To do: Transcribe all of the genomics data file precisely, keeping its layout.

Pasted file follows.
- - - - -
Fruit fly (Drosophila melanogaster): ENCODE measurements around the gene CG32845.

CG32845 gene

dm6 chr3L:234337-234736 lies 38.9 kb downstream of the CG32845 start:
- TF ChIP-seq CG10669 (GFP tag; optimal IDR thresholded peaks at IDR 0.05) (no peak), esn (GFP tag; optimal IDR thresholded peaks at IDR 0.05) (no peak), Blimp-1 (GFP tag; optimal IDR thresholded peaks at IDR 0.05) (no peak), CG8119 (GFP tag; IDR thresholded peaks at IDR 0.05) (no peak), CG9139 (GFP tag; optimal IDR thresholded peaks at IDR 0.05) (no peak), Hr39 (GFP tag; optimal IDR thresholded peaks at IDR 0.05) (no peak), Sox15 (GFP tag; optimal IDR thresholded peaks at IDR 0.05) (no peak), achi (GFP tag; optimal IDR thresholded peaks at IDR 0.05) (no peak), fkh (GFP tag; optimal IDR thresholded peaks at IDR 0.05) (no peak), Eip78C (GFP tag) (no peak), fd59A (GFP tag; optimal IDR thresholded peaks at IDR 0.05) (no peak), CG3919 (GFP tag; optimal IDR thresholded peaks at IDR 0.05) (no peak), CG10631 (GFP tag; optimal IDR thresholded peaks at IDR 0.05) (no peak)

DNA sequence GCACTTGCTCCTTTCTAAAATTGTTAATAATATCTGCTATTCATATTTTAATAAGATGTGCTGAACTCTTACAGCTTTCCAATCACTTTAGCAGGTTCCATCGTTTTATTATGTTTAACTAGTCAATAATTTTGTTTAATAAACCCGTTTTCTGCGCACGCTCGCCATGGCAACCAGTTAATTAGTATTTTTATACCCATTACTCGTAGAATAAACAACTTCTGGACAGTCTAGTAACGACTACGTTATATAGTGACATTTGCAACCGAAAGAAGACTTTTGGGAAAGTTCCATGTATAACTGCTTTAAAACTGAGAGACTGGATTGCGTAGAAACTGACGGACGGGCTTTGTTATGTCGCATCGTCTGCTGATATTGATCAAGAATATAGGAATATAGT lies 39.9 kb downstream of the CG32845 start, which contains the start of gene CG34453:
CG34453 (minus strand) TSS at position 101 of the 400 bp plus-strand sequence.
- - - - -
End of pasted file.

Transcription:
Fruit fly (Drosophila melanogaster): ENCODE measurements around the gene CG32845.

CG32845 gene

dm6 chr3L:234337-234736 lies 38.9 kb downstream of the CG32845 start:
- TF ChIP-seq CG10669 (GFP tag; optimal IDR thresholded peaks at IDR 0.05) (no peak), esn (GFP tag; optimal IDR thresholded peaks at IDR 0.05) (no peak), Blimp-1 (GFP tag; optimal IDR thresholded peaks at IDR 0.05) (no peak), CG8119 (GFP tag; IDR thresholded peaks at IDR 0.05) (no peak), CG9139 (GFP tag; optimal IDR thresholded peaks at IDR 0.05) (no peak), Hr39 (GFP tag; optimal IDR thresholded peaks at IDR 0.05) (no peak), Sox15 (GFP tag; optimal IDR thresholded peaks at IDR 0.05) (no peak), achi (GFP tag; optimal IDR thresholded peaks at IDR 0.05) (no peak), fkh (GFP tag; optimal IDR thresholded peaks at IDR 0.05) (no peak), Eip78C (GFP tag) (no peak), fd59A (GFP tag; optimal IDR thresholded peaks at IDR 0.05) (no peak), CG3919 (GFP tag; optimal IDR thresholded peaks at IDR 0.05) (no peak), CG10631 (GFP tag; optimal IDR thresholded peaks at IDR 0.05) (no peak)

DNA sequence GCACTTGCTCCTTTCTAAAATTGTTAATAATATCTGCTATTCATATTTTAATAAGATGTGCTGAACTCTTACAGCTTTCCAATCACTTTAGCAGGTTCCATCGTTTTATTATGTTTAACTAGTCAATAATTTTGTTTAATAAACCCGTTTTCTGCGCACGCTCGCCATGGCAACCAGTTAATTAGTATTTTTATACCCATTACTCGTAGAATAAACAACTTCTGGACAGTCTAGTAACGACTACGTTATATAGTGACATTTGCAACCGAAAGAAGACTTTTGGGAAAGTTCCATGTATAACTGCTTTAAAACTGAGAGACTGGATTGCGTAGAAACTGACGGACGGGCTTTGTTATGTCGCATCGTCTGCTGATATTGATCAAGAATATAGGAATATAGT lies 39.9 kb downstream of the CG32845 start, which contains the start of gene CG34453:
CG34453 (minus strand) TSS at position 101 of the 400 bp plus-strand sequence.